Idea, Airtel, Vodafone Splash Out on Indian Airwaves

Details of license winners in India's $17.5 billion spectrum sale were released yesterday, showing that India's three biggest mobile operators had managed to cling on to their 900MHz holdings and pick up new airwaves for the rollout of 3G services. (See India's Mega Spectrum Sale Garners $17.5B and India's Spectrum Sale Shatters Records .)

Bharti Airtel Ltd. (Mumbai: BHARTIARTL), Vodafone India and Idea Cellular Ltd. -- which had all been fighting to defend existing 2G operations -- stumped up as much as 78% of the total auction proceeds, while Reliance Communications Ltd. (the country's number-four player) appeared to lose some of its 900MHz concessions and Uninor walked away from process empty-handed.

Although India's Department of Telecom (DoT) has released provisional results, they remain subject to government approval as well as a Supreme Court ruling on complaints about the auction procedures. In the meantime, Light Reading has prepared a breakdown of how each player performed on this provisional basis.

Idea Cellular
At risk of losing mobile licenses covering nine circles (or service areas), Idea Cellular was an especially aggressive bidder in the 900MHz band. In total, it procured 54MHz in this frequency range at a cost of INR276.4 billion ($4.4 billion). But it secured just 20.4MHz in the 1800MHz band and only 5MHz in the 2.1GHz band and did not even bid for spectrum on offer in the 800MHz band. Evidently, Idea's idea was to focus its energies on 900MHz spectrum and look to 1800MHz and 2.1GHz only in circles where it could not procure the former.

Table 1: Idea Cellular

Circle 900MHz 1800MHz 2.1GHz
Spectrum Cost ($M) Spectrum Cost ($M) Spectrum Cost ($M)
Andhra Pradesh 5MHz 544.33
Gujarat 5MHz 538.14
Himachal Pradesh 4.8MHz 12.21
Haryana 6MHz 145.05
Karnataka 5MHz 445.78 1MHz 29.59
Kolkata 5MHz 92.42
Kerala 6MHz 354.45
Madhya Pradesh 7.4MHz 366.27
Maharashtra 9MHz 1,112.58
North East 1MHz 1.76
Orissa 5MHz 26.47
Punjab 5.6MHz 323.07
Tamil Nadu 6.4MHz 230.29
UP (W) 5MHz 590.54 2.2MHz 33.74
UP (E)
West Bengal
Total 54MHz 4,420.21 20.4MHz 334.05 5MHz 92.42
Source: DoT

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Bharti Airtel
Like Idea, Bharti Airtel decided to give 800MHz a miss. It bought 61.2MHz in the 900MHz band and bid fairly aggressively for 2.1GHz, securing 35MHz in this frequency range. That suggests the operator is eager to extend its 3G services into previously underserved areas.

The operator, India's largest, spent INR222.54 billion ($3.56 billion) on securing 900MHz spectrum in 10 circles and another INR10.42 billion ($167 million) on 1800MHz licenses covering six circles. Its 35MHz of 2.1GHz spectrum, which covers a total of seven circles, came at a cost of INR58 billion ($933 million).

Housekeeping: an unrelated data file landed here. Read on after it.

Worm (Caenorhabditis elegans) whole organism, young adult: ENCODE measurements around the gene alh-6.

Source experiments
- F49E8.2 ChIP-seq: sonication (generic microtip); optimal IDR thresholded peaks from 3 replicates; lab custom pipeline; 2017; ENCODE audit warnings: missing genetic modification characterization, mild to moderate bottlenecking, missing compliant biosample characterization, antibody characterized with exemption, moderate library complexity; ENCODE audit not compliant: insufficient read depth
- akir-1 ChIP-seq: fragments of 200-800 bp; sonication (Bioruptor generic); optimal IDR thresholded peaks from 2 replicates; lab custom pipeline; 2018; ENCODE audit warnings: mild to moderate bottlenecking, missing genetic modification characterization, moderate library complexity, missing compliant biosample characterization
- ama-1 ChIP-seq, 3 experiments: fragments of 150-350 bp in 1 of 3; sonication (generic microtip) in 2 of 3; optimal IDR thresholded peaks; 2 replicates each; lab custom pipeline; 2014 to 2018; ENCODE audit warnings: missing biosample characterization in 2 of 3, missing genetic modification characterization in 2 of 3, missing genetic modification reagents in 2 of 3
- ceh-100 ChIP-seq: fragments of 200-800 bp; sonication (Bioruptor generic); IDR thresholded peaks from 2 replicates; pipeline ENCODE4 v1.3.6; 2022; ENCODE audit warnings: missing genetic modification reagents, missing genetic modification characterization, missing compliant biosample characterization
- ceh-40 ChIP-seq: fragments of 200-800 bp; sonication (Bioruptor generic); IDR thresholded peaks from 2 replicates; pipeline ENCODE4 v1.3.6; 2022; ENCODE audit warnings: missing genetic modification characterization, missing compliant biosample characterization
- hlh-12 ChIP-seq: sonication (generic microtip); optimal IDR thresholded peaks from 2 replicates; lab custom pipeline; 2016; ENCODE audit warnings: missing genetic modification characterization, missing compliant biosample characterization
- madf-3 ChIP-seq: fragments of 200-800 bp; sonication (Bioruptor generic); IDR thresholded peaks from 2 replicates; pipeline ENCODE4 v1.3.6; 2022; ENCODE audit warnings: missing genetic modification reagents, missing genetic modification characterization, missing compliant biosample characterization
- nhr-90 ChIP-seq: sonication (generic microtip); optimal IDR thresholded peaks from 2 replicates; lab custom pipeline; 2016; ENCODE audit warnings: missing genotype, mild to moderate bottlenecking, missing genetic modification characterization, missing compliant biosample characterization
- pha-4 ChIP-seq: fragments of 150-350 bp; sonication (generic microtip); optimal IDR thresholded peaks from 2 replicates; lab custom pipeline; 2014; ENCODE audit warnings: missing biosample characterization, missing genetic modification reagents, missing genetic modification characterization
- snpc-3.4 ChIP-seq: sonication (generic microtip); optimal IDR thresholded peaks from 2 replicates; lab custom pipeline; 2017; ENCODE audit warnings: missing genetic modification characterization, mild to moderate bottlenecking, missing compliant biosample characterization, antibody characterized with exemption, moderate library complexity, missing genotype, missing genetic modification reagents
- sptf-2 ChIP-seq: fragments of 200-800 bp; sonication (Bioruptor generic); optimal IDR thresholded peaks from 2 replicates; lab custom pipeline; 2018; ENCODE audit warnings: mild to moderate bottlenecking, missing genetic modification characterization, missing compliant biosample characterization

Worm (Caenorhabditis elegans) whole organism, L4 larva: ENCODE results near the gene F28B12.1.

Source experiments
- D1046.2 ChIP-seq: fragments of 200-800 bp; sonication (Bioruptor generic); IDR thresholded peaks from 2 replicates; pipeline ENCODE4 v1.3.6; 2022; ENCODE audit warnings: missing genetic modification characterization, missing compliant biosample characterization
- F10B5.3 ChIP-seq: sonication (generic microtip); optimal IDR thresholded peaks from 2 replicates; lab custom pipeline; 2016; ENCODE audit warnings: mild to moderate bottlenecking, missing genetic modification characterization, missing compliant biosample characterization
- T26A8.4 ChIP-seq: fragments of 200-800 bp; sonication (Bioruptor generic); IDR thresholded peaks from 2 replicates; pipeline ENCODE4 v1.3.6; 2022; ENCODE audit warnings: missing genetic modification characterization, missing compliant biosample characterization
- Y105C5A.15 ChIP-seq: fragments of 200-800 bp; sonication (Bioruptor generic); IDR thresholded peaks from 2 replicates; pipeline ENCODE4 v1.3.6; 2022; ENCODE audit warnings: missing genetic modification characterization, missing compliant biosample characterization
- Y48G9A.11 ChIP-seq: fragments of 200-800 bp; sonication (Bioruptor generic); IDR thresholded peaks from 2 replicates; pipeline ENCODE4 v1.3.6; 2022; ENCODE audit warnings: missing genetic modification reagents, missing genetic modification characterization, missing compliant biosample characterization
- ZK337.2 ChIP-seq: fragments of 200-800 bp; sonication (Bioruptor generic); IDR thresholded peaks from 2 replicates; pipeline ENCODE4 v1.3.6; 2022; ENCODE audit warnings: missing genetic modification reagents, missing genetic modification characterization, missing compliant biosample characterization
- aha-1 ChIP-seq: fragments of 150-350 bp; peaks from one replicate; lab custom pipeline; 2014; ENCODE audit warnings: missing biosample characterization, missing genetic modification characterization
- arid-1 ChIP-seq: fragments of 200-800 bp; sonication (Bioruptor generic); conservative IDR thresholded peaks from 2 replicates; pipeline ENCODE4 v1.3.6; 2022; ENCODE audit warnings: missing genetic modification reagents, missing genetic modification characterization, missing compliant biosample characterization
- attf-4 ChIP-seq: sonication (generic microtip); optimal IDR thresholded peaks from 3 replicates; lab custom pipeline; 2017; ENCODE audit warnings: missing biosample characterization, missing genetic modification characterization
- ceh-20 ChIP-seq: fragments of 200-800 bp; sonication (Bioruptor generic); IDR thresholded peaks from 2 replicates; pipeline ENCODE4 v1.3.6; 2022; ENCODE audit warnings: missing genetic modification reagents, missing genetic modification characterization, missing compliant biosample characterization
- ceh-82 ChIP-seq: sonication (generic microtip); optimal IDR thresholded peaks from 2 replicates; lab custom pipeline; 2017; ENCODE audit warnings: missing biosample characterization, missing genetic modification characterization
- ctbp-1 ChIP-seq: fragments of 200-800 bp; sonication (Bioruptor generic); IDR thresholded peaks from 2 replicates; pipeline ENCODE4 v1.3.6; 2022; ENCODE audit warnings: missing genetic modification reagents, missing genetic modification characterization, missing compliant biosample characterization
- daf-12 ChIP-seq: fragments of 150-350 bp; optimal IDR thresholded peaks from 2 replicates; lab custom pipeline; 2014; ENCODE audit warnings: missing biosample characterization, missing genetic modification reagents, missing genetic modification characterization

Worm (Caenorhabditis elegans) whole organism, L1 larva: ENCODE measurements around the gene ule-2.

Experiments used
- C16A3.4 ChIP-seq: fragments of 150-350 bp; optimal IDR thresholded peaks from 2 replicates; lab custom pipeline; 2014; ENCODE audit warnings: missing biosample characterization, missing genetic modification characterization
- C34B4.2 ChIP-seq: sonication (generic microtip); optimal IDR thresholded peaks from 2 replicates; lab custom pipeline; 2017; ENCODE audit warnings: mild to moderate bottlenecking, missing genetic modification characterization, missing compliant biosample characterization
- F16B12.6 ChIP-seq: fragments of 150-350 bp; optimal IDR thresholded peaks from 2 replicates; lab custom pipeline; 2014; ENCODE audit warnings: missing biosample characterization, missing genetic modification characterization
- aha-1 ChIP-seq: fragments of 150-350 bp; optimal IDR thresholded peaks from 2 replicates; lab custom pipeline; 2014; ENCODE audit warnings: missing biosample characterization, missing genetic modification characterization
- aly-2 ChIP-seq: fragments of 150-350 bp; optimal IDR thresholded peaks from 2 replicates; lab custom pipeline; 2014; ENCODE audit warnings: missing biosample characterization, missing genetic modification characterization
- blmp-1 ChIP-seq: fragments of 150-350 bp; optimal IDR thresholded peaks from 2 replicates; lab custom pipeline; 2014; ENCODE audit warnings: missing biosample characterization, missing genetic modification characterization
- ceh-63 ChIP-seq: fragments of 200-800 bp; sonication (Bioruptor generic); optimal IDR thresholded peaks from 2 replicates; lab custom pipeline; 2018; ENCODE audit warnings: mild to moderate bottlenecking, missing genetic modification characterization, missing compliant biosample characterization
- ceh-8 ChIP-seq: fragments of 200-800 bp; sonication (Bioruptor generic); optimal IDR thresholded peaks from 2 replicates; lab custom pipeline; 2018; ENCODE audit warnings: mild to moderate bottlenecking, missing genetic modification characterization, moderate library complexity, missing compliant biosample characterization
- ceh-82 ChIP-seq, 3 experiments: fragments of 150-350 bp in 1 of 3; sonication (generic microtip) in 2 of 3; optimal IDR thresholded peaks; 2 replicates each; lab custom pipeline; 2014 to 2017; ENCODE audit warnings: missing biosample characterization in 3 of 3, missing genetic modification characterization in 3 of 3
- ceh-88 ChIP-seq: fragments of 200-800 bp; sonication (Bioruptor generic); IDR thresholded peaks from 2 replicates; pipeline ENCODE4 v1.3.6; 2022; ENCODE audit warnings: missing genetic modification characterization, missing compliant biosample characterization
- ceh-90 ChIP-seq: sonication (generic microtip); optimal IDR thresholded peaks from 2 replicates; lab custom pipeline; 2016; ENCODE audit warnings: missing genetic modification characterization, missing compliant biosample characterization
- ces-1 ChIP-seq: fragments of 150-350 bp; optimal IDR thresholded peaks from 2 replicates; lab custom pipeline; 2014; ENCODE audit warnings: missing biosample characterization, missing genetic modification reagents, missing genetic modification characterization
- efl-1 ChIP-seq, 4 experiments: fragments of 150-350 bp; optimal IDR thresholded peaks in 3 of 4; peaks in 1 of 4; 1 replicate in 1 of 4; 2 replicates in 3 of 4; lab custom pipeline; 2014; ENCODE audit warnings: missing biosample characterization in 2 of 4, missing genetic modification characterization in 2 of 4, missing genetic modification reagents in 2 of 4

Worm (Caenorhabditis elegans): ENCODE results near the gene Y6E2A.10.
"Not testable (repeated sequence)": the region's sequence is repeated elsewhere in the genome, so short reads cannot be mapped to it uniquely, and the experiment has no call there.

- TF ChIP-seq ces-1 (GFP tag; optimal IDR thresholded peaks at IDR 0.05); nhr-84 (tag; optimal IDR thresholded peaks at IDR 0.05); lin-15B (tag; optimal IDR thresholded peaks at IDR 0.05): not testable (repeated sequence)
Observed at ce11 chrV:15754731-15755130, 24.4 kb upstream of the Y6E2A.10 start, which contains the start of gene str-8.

"The company's spectrum acquisition strategy is aimed at enhancing its leadership position in the fast-growing data segment in the country," said Bharti Airtel in a statement.

Table 2: Bharti Airtel

Circle 900MHz 1800MHz 2.1GHz
Spectrum Cost ($M) Spectrum Cost ($M) Spectrum Cost ($M)
Andhra Pradesh 9MHz 979.79 1.2MHz 46.59
Assam 6.2MHz 183.37
Bihar 1.6MHz 113.67
Gujarat 5MHz 206.30
Himachal Pradesh 7.4MHz 67.98
Haryana 3.4MHz 25.33 5MHz 36.78
Karnataka 8.8MHz 784.58
Kolkata 2MHz 47.69
Madhya Pradesh 5MHz 73.04
Maharashtra 5MHz 240.68
North East 8.8MHz 73.04 1.6MHz 2.81
Orissa 1.2MHz 26.68 6.2MHz 32.82 5MHz 28.82
Punjab 10MHz 576.92 1MHz 11.35
Tamil Nadu 5MHz 275.07
Rajasthan 6MHz 679.97
UP (W)
UP (E) 5MHz 72.20
West Bengal 2.2MHz 73.00
Total 61.2MHz 3,559.03 15.4MHz 166.61 35MHz 932.91
Source: DoT

Next page: Vodafone, RJio and RCom

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jabailo 3/29/2015 | 4:51:58 PM
Re: Mind Boggling I can understand the hardware network being out of date due to inadequate spending coupled with high growth, but wouldn't India use the same software for networking as everyone else?

Or do they have barriers to entry or high tariffs for imported technology like software?

SachinEE 3/29/2015 | 3:40:53 PM
Re: Mind Boggling Our networks are so backdated even by 4G standards, there is too much latency on these networks, too much noise and too little software and hardware development to support these systems.
jabailo 3/28/2015 | 12:55:29 PM
Mind Boggling A nation of 1.2 billion with incredible population density.  It's hard to comprehend the complexity of building and running telecommunication infrastructure in the Indian nation!   The US with its sprawl and unpopulated rural areas doesn't even come close to the problems involved!


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